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Cost accounting concepts: Economic order quantity
By definition, the Economic Order Quantity (EOQ) is the order quantity that minimizes inventory costs. This includes the costs of purchasing, shipping and holding inventory.
The EOQ is critical to maintaining adequate levels of inventory; it does this by ensuring that the right amount is ordered at the right time. This allows a business to balance the benefits of holding inventory against the cost.
The firm’s demand for inventory, its holding costs and ordering costs are used in determining the optimum order quantity. It is determined using a formula, table or graph. Using a graph, the optimum order quantity is where the holding costs line intersects the ordering cost curve. Using the formula, the EOQ is the square root of the quotient of [(2 x Ordering Cost of a consignment x Demand)/Holding Cost per unit).
Since ordering costs are fixed per order and holding costs are variable, smaller inventory levels yield higher total ordering costs and total holding costs rise as inventory levels rise. This is the reason for the ordering costs curve is a curve, while holding costs is a straight line.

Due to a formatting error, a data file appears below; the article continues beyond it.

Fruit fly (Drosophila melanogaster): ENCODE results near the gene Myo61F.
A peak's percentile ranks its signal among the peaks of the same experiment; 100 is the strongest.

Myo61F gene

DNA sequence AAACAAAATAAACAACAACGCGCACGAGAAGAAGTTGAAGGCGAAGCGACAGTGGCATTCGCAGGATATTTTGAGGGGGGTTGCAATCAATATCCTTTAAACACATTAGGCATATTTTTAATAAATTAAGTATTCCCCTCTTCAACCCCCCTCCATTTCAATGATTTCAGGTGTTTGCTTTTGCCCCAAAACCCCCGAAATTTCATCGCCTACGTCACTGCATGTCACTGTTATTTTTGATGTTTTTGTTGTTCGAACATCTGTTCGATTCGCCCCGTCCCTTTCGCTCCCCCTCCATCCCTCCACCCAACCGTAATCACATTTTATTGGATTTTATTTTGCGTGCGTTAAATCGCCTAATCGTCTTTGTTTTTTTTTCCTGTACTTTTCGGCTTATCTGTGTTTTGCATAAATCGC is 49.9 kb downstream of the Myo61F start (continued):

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The EOQ optimizes the inherent trade-off between holding costs and ordering costs. With consistently low inventory, ordering costs would be substantial as the business would incur charges for carriage-in, would not benefit from discounts from large orders and would have to pay staff for additional work in receiving orders regularly.
On the other hand, too much inventory yields burdensome holding costs. This arises from the need to have more storage, staff and equipment to manage high inventory levels.
In the realm of inventory levels the reorder level is calculated as follows:
- Maximum usage x Maximum lead time
The maximum level is calculated as follows:
- Reorder level + Reorder quantity – (minimum usage x minimum lead time)
The Economic Order Quantity determines the optimum amount to order when inventory levels reach the reorder level. The EOQ would not take stock levels past the maximum level, however. This is because the maximum level is the level beyond which it is unsafe, uneconomic or impractical to hold inventory.